The Washington Post’s editorial board accuses the Commonwealth of Virginia (specifically its Republican legislators) of once again engaging in “massive resistance.” The editors write:
Sixty years after Virginia waged a campaign of “massive resistance” against integrating its public schools, the state is once again insisting on a policy that targets its least advantaged citizens.
Even as one Republican-led state after another moves to tap available federal funds for extending health coverage to needy citizens under Medicaid, Virginia stands pat. GOP governors in Indiana, Tennessee, Ohio, Pennsylvania, Arizona, Iowa, Arkansas and elsewhere have embraced the expansion, and it’s under consideration in conservative states such as Montana, Alaska, Idaho and Utah.
Yet Republicans in Richmond, standing on the “principle” that Virginians bear no responsibility for their least fortunate neighbors, will not budge.
This passage amounts to demagoguery. Resisting the Medicaid expansion is not analogous to refusing to integrate public schools. The Constitution mandated school integration. Federal law doesn’t mandate the Medicaid expansion. That decision is left up to the states.
In no sense, then, are Virginia Republicans resisting or circumventing the law by not agreeing to the Medicaid expansion. The Post’s analogy can’t withstand scrutiny.
Neither can its claim that by not agreeing to the Medicaid expansion, the Virginia GOP is ignoring the welfare of “their least fortunate neighbors.” As the Post well knows, the least fortunate Virginia residents are already covered by Medicaid (that’s why it’s called an “expansion”). Moreover, those in the income strata that would otherwise be covered by a Medicaid expansion are eligible for Obamacare subsidies if they elect to purchase health insurance.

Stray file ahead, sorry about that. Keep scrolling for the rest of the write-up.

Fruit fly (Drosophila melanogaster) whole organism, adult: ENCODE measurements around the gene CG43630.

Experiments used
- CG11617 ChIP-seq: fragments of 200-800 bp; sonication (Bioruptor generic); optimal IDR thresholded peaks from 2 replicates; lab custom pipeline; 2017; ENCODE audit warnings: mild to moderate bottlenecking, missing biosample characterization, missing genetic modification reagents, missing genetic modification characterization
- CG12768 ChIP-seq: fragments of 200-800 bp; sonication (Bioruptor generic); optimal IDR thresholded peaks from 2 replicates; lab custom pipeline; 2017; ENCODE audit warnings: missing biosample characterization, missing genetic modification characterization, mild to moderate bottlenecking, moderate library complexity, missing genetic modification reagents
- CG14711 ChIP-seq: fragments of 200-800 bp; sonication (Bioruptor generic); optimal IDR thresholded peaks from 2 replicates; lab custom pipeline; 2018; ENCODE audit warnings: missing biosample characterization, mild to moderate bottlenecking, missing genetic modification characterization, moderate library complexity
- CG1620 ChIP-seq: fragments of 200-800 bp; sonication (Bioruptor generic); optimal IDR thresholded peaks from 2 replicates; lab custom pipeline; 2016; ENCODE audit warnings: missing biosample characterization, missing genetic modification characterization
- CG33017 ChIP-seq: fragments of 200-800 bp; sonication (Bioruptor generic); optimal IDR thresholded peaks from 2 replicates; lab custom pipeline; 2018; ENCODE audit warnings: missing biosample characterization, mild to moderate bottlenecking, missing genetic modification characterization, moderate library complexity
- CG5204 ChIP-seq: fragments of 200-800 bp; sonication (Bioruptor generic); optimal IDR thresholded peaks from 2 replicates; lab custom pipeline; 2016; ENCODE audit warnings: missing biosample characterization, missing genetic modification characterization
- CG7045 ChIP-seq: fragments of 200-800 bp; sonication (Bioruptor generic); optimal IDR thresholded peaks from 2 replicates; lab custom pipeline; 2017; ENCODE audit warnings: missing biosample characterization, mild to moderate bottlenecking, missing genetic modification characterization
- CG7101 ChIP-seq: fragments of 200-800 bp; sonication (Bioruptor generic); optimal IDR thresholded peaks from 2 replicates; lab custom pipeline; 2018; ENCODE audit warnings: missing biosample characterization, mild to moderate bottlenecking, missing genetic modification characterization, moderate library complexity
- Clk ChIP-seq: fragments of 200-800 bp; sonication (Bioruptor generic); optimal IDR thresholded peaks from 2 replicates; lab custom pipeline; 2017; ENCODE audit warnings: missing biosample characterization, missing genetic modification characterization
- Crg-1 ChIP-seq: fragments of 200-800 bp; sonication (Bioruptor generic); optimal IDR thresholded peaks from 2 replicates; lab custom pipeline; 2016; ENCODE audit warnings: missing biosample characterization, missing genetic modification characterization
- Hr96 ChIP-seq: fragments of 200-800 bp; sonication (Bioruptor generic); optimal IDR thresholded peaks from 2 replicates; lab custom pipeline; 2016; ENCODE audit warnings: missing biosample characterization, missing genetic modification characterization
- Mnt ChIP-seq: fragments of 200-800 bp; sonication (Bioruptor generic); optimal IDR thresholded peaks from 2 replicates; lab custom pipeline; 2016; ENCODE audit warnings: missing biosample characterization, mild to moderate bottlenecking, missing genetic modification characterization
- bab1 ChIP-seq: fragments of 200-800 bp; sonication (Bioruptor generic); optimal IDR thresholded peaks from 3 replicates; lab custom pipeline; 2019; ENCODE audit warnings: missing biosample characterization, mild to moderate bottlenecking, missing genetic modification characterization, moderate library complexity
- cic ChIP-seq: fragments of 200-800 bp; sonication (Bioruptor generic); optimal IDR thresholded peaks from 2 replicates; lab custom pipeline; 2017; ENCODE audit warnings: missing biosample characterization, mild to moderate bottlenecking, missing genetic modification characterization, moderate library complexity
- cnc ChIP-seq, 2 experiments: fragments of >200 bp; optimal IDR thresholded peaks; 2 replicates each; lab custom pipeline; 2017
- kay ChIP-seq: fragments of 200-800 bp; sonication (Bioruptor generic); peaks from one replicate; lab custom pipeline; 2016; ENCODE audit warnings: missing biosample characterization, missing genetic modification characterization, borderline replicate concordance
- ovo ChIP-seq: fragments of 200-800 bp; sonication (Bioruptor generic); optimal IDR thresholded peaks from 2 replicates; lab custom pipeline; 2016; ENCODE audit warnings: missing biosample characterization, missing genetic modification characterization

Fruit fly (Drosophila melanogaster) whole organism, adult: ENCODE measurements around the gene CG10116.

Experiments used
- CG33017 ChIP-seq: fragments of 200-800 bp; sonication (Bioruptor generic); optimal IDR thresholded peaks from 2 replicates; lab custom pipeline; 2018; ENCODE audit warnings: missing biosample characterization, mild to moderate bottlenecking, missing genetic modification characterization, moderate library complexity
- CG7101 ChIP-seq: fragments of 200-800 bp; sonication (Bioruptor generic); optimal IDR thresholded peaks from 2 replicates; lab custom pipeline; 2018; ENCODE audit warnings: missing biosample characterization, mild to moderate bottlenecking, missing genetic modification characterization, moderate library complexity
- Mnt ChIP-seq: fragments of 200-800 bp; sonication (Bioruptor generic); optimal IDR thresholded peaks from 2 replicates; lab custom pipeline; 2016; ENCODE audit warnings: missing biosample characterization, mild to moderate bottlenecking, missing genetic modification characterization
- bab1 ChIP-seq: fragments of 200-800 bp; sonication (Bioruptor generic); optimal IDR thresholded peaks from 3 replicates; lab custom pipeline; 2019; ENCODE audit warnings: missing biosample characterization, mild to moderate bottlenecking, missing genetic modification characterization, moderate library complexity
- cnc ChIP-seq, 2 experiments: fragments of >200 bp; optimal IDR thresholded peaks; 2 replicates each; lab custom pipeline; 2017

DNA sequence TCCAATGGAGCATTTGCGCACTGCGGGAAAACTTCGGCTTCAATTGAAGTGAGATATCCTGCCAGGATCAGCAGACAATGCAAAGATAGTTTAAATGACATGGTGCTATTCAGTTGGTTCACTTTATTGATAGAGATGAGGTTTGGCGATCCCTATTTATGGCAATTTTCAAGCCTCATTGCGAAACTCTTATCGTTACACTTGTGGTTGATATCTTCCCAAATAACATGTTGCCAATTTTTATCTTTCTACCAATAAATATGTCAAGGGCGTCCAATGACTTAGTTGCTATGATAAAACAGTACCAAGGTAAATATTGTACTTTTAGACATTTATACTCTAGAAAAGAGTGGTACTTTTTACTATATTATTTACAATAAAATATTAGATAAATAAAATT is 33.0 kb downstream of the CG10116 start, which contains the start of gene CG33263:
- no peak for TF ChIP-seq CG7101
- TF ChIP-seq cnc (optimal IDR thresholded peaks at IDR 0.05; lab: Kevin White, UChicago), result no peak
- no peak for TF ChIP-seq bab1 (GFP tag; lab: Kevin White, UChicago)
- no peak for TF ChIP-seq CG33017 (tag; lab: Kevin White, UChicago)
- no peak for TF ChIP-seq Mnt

Thus, in the three sentences the Post’s editors — normally an intellectually honest group — produce two howlers. Why?
The answer is obvious to me. The Post’s editorial is a heavy-handed attempt to invest the Medicaid expansion with a moral significance it lacks under an honest analysis.
Obamacare is an income redistribution program and, as such, is far more closely analogous to food stamps than to school integration. Certain relatively well-off groups end up subsidizing the health care of the less-well-off. Furthermore, those being subsidized under Obamacare aren’t indisputably poor. The indisputably poor are already covered by Medicaid.
Many liberals view income redistribution as a moral imperative, but most Americans don’t. For most Americans, income redistribution may be desirable, or at least acceptable, up to a point — but it’s not morally required.
Given American ambivalence about income redistribution, and the absence of a perceived moral requirement to engage in this practice, it’s not surprising that some states have accepted the Medicaid expansion while others — generally those where a more conservative outlook prevails — have rejected it.
To some, the hold-out states appear callous. However, they aren’t circumventing anything required by by law, discriminating on the basis of race, or leaving their poorest residents uninsured.
Nonetheless, the obvious move for liberals like the Post’s editors is to invoke the most highly charged, moralist rhetoric in an effort to shame the hold-out states into dropping their “resistance.” Hence, the bogus comparison to massive resistance of school desegregation and the ludicrous claim that Virginia’s “neediest people” are being access to decent health care (as the Post’s editorial concludes).
Attempts to demonize one’s opponents as akin to racial segregationists are usually a sign of desperation. The Post’s over-the-top editorial is no exception.